Camp Ave & the technicolored dream house

The exterior of the house is sad, in a chipping-paint, leaning-sideways-porch kind of way. Of course, there are a lot of grand plans that we have for the exterior, but they have not been the priority. However, we have been thinking about paint colors. We have been hoping for a mud color--something darker than the current color, but not too dark. Possibly with a hint of green.

So obviously, we had to try out a bunch of colors...on the front of the house. 

We tested several colors. On the left side, from top to bottom, is 1) Benjamin Moore Victorian Garden at half strength; 2) B.M. Senora Gray at double strength; 3) B.M. Victorian Garden.  On the right, I am not quite sure of the colors--one of them is Sherwin Williams Curio Gray, and the light green shade is Senora Gray by B.M. at regular strength. 

Up close, we really liked the Victorian Garden at half strength. It has the green tones, and was not super dark. 

So my parents decided to paint the whole front of the port part in order to see how the color looked and to cover up that patchwork. 
At this point I was really liking it!

So the next day, I came back during my lunch break to check on the house. I was shocked, I seriously could not see the difference between the old light color and the new! In the pictures, it is visible (albeit BARELY visible). 

(hello, color, are you there???!!)
So in the end, Victorian Garden at half strength is probably not going to work. It is a tad too light, and we want to see a bit of a change...something a few shades darker. Not too dark, but not this light tan. My suggestion was getting the Victorian Garden at 75% strength? 
At least the front porch looks a lot better now that the paint patchwork is cleaned up! 

Have you ever painted a stucco house? If yes, did the paint dry a lot lighter than you expected? 

Two girls, one floor sander

So after we removed the carpet in the upstairs, we were left with hardwood floors that looked like this. Dark, damaged, and paint-splattered. Luckily, they were in decently good condition otherwise and just needed to be sanded and refinished. So today, my law school roommate came to town and helped me sand two of the four upstairs rooms and the hallway.  Here is a before:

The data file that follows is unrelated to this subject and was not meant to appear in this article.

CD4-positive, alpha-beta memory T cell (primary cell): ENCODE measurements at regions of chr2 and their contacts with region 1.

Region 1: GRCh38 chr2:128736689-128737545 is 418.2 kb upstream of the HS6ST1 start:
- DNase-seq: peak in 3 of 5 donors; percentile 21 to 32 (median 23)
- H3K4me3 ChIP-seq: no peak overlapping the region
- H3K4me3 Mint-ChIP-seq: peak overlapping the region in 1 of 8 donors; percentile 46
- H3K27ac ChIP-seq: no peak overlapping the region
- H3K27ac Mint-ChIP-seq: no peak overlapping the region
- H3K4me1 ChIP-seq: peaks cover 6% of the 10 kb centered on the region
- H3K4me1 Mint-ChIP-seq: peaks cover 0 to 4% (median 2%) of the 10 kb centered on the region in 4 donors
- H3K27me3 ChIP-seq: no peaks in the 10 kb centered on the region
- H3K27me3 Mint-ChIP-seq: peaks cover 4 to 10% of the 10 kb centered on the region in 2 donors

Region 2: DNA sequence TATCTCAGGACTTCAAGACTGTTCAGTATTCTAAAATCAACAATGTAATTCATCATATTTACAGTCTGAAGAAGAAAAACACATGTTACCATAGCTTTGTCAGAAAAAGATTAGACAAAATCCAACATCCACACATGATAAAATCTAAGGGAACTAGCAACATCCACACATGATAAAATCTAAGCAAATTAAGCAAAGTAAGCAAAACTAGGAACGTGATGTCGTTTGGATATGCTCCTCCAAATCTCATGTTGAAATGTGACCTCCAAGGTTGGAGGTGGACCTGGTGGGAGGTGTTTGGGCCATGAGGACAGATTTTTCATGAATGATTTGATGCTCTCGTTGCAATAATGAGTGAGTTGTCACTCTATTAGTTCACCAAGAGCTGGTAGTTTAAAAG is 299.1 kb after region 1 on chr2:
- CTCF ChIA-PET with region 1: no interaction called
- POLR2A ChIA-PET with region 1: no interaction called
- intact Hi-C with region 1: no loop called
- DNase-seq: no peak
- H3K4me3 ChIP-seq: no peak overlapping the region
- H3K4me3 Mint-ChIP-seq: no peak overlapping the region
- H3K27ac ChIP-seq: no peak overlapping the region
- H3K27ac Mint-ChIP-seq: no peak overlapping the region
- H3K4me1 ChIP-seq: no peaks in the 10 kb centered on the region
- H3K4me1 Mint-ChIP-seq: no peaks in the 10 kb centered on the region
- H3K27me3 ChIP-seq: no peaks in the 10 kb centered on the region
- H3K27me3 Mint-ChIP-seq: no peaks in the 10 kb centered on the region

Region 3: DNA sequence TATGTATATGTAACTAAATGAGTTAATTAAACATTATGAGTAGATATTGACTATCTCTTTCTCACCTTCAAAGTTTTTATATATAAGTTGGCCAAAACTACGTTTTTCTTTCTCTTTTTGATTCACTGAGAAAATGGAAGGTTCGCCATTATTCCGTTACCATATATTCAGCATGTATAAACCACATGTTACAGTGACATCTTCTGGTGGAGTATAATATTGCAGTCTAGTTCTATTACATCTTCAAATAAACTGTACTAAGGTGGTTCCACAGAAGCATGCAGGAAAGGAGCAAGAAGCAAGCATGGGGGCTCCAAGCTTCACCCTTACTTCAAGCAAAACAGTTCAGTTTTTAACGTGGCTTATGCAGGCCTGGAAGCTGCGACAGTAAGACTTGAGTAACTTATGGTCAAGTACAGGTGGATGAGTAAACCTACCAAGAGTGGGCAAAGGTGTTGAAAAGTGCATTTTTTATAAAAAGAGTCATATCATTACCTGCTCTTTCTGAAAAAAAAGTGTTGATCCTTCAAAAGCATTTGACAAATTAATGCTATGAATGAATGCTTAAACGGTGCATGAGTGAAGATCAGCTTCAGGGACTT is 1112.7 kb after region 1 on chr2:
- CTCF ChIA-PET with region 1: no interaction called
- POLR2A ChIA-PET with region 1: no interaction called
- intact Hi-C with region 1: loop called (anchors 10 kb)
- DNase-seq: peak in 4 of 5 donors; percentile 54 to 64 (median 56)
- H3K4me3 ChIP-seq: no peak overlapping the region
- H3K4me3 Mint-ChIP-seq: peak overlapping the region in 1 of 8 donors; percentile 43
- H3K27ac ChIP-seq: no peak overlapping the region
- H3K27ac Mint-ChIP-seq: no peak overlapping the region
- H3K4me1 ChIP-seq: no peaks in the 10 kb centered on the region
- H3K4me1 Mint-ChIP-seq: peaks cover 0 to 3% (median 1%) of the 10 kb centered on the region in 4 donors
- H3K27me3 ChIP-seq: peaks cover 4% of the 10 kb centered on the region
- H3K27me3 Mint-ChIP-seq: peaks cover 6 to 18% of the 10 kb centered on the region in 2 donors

I rented the drum sander from Home Depot for a day for $58. The floor is pine, and so they recommended using 60 grit and 80 grit sandpaper. Each 11x11ft room took only one $7.95 piece (although to be safe I would recommend 1.5 pieces per room). The drum sander does not get to the corners or edge of the wall, so I will have to use my dad's edge sander to do that on another day.

Alaina was great with the sander! Honestly, it was pretty easy to use and almost felt like a vacuum. The best tip is to not let the sander drum sit on the floor. It has to be moving all the time or you will ding and dent the ground. Check out the picture on the right. The change was so drastic!

Clean floors woo hoo! Thats me posing on the right with my crazy hair and safety mask.

Here is the floor after we did both grits of sandpaper.

Another shot.

The guest room floor got sanded and looks great!

We sanded the hallway. It was pretty difficult because the hallway floor is uneven due to it being such an old house and it settling. But we got a good first round of sanding and I will have to use the hand sander more here.

Final shot of the guest room!

We still have two more rooms to do, but I'm glad we got these tackled today because that means I am one step closer to moving in! It took roughly 4-5 hours to get all of this done. Once you get used to using the sander, you get on a roll and it goes faster. We also learned that we could go over spots a few times and go against the grain, as long as our last pass over the wood was going with the grain.

Have you ever sanded? Any tips for the last 2 rooms?